Masks and More This Halloween

The Parker Law Firm

An invisible enemy haunts us this Halloween, and its name is COVID-19. This year the streets won’t be filled with children dressed as goblins and ghouls, and doorbells will remain silent on the night of All Hallows’ Eve. Despite the cancelled festivals and hayrides, parents can still provide low-risk ways to have frightful fun.

ENTER AT YOUR OWN RISK

The Centers for Disease Control and Prevention (CDC) is discouraging trick-or-treating this year due to COVID-19. This news is a real bummer, especially to little ones who love celebrating Halloween traditions. Calyn Parker says, “The more households you visit, the greater the chance that germs may be spread and linger…especially as herds of children head from door to door, too.”

High-risk Halloween activities that should be avoided, according to the CDC, include the following:

  • Door-to-door trick-or-treating
  • Trunk-or-treat events with treats handed out to large groups from trunks of cars
  • Indoor costume parties
  • Indoor haunted houses
  • Hayrides/tractor rides with people who are not in your household
  • Going to a fall festival outside your community

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SPOOKY SUBSTITUTIONS

Parents and their children can still find creative ways to participate in plenty of festive activities.

Below are some of the low-risk Halloween activities mentioned by the CDC:

  • Carving/decorating pumpkins with your family or at a safe distance with neighbors/friends
  • Decorating your home for the season
  • Halloween scavenger hunt where children find Halloween-themed things while walking outdoors from house-to-house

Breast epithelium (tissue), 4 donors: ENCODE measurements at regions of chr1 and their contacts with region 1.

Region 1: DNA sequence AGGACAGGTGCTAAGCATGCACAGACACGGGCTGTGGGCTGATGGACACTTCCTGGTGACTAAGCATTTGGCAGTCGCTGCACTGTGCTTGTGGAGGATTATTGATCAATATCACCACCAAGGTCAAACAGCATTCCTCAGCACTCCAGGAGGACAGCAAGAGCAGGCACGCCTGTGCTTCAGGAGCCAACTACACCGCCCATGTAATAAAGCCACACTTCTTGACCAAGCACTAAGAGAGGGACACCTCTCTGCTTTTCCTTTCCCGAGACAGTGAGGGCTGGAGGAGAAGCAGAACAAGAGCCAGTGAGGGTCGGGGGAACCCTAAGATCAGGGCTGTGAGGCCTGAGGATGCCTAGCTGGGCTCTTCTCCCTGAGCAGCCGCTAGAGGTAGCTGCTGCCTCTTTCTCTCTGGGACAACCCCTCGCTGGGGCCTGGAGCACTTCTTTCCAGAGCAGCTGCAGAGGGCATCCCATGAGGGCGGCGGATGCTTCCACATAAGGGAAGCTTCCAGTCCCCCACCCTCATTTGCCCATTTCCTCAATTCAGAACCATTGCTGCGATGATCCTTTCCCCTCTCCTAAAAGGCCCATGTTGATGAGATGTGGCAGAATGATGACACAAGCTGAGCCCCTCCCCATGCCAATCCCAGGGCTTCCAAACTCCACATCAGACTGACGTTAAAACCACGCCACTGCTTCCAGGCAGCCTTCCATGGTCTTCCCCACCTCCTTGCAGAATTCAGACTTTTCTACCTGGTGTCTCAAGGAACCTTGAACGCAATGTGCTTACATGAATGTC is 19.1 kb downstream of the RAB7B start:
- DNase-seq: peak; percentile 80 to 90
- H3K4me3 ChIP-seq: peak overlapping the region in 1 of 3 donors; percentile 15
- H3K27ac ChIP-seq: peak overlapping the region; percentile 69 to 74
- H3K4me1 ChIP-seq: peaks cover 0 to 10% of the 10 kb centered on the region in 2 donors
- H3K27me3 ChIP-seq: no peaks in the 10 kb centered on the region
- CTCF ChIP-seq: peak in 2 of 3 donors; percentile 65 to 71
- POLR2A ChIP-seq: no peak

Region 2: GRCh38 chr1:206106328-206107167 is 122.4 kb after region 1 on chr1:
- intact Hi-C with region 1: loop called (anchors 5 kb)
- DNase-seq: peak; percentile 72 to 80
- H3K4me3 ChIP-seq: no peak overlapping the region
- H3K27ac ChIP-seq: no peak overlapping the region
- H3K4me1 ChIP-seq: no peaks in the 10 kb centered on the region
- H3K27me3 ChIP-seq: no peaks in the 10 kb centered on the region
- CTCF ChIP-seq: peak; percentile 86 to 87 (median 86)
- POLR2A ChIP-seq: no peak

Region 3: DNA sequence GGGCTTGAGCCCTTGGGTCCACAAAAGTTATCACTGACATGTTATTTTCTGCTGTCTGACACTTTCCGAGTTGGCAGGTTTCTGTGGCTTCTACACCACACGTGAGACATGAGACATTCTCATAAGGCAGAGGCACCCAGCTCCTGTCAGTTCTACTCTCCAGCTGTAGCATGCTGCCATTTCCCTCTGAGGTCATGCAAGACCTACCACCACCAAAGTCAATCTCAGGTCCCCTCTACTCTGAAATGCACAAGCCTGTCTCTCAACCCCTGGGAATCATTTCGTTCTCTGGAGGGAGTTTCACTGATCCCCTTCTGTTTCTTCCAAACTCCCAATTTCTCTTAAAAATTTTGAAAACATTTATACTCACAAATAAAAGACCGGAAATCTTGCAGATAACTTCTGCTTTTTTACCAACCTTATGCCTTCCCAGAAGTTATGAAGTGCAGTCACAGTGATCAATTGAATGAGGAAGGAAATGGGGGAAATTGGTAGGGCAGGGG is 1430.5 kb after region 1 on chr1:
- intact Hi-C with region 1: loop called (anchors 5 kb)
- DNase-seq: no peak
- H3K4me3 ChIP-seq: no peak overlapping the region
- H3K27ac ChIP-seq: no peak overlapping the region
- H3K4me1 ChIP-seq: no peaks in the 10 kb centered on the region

• Halloween movie night with your family
  • Halloween scavenger hunt style trick-or-treat search, where your household searches around your home for treats

CAUTIONARY TALES

If you do decide to venture out, here are a few recommendations to help reduce your risk for getting or spreading the virus:

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  • Wear a mask when around people who don’t live in your household.
  • Do not use a costume mask as a substitute for a cloth mask unless it is made of two or more layers of breathable fabric that covers your mouth and nose and doesn’t leave gaps around your face.
  • Do not wear a costume mask over a cloth mask because it can be dangerous if the costume mask makes it hard to breathe.
  • Avoid close contact by staying 6 feet apart from anyone who is not from your household.
  • Wash your hands often with soap and water for at least 20 seconds or use hand sanitizer (with at least 60 percent alcohol).
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